There are several new articles posted regarding the Father Yvon Arsenault sentencing of yesterday, two with video clips embedded, and one a goog trnaslation – with original French text – from Acadie Nouvelle:
24 February 2017: Priest sentenced to four years (with VIDEO embed)
First, well done Jean Louis Pitre! And, a note to those who are going through the criminal process. In Canada there is an automatic publication ban ‘imposed’ on the names of all “alleged” sex abuse victims. The ban is there, whether you want it or not. For most if not all “alleged” victims, the ban is welcome. Most, if not all, of you can relate to the fact that there were, and possibly still are, days when you did not want a single soul to know that you are victim. However, some of you can probably also relate to the fact that a number of victims discover that, from the time that charges were first laid until trial and a conviction and sentencing rolls around, they have grown stronger and, often much to their surprise, realize that would actually like to speak publicly, and do not want to do so anonymously.
Take a cue from Jean-Louis Pitre. IF you want the ban lifted, do what Jean-Louis did: request that it be lifted when you are in court, for a sentencing hearing, or for sentencing. As much as you may find it hard to believe, even if you personally did not ask for that ban, you are bound by that court order. If you have decided that you no longer wish to remain anonymous, it truly is not worth the risk of violating a court order, no matter how much you are personally convinced that you do not want the ban on your name or identity. So, take a cue from Jean-Louis, do it while court is in process, before it’s all over and done with. It is very simple to do it then and there. It is a more complicated process to deal with after the trial over and done with. Yes, of course it can be done afterwards, but it is not as simple. So, if you are leaning in that direction at all, think about, and IF you have decided that is the route you wish to go, ask that it be done during the sentencing hearing, or sentencing.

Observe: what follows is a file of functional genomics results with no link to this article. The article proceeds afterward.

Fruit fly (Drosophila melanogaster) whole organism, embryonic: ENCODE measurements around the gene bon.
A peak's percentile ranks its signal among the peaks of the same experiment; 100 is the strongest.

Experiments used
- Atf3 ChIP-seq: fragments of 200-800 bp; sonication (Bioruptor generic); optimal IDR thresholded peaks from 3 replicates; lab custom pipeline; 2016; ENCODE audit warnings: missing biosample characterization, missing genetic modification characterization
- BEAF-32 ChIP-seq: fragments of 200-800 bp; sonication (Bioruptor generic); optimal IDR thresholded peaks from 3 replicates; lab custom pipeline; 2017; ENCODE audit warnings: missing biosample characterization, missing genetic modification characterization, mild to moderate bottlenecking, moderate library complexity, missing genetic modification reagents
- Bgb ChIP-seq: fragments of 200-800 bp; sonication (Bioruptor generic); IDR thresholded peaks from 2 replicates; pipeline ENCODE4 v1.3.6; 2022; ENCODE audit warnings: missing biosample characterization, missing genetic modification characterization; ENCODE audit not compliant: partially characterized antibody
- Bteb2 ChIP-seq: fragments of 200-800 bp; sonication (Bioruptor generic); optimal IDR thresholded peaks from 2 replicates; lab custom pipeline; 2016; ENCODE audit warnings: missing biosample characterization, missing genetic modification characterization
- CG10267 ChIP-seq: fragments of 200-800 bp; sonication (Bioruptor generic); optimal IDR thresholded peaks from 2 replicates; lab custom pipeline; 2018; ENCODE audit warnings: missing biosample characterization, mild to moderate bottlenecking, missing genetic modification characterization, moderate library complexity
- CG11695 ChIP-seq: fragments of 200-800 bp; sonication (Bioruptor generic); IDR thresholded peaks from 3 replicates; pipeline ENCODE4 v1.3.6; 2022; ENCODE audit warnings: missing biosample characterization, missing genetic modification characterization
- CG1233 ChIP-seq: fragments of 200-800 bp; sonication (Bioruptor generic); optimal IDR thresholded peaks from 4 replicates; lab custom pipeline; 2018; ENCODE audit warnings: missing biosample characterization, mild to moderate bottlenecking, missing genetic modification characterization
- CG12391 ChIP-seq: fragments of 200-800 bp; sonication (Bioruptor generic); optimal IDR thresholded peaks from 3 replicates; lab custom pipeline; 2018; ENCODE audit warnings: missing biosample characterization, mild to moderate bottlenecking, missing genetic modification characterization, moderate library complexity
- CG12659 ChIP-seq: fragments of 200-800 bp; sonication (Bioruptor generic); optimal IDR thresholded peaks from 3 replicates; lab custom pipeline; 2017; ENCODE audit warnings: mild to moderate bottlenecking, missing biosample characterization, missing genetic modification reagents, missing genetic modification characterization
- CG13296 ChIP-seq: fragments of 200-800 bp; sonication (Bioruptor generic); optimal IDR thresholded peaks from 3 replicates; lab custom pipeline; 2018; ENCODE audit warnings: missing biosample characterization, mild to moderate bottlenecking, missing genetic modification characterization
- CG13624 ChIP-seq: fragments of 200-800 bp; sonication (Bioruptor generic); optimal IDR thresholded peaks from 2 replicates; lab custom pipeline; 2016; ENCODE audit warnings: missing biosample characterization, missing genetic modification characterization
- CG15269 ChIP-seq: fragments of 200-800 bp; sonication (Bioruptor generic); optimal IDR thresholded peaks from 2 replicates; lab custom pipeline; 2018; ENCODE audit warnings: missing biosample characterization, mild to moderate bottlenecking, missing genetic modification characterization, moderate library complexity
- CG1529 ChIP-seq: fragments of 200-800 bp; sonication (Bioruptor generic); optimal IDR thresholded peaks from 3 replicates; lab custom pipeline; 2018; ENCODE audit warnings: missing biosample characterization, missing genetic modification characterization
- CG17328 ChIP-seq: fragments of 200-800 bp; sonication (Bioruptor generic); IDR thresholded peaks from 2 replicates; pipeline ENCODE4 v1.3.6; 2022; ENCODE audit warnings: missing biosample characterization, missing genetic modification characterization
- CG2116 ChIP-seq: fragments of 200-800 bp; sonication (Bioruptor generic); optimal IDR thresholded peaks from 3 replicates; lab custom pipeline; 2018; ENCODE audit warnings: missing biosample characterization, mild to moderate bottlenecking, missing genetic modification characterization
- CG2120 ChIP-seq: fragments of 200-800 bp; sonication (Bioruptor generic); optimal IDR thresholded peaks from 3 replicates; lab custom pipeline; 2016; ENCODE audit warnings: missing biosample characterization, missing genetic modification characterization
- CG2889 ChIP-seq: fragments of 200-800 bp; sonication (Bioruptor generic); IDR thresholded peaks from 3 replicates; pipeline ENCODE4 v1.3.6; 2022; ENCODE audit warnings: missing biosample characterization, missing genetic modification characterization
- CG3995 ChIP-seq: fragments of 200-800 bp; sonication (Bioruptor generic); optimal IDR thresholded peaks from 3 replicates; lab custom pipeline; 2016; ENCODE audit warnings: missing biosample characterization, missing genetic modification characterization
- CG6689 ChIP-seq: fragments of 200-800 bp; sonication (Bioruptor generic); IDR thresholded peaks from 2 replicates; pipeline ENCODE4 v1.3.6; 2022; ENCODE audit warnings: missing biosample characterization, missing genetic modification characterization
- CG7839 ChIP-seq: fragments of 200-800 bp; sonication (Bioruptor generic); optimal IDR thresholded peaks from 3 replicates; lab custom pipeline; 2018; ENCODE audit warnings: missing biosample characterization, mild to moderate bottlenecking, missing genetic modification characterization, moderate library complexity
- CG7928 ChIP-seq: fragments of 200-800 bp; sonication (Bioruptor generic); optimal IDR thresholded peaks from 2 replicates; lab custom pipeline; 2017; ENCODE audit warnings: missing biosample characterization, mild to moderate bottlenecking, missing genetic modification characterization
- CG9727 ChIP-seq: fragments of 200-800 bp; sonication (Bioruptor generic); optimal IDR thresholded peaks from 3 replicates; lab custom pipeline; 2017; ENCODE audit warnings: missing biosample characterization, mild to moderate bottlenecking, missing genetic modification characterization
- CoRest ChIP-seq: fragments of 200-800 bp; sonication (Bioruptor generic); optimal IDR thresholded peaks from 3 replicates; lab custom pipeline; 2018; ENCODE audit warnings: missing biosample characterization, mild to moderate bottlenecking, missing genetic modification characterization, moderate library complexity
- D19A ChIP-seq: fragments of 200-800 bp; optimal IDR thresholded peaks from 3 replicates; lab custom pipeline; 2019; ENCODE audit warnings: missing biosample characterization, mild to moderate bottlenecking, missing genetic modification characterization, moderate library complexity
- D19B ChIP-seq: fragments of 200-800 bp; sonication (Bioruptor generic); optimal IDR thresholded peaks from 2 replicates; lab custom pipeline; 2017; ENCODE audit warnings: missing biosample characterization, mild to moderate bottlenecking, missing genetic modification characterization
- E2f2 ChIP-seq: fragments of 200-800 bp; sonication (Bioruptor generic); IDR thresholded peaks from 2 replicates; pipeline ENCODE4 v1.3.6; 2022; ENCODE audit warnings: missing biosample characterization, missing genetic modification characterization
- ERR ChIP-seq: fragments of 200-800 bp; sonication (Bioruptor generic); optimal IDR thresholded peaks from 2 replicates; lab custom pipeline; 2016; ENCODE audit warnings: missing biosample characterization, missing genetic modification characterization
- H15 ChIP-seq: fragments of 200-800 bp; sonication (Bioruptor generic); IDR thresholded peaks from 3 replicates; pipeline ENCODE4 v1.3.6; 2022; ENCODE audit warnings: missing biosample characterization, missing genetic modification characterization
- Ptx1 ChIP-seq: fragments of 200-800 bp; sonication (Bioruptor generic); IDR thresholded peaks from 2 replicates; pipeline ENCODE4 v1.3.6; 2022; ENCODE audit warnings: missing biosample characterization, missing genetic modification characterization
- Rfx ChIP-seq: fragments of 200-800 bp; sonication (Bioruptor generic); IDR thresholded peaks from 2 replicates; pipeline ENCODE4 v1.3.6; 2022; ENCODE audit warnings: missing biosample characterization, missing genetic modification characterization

For those who are not ready to take that step, rest assured that there is no shame in that at all. I am passing this along only because I am aware of situations where a victim wanted to speak out publicly and felt he/she could not do so because of a publication ban. Don;t ever risk a run in with the law for violating a publication ban, even if it is, strange as it may seem, a ban on your own name!
Enough for now,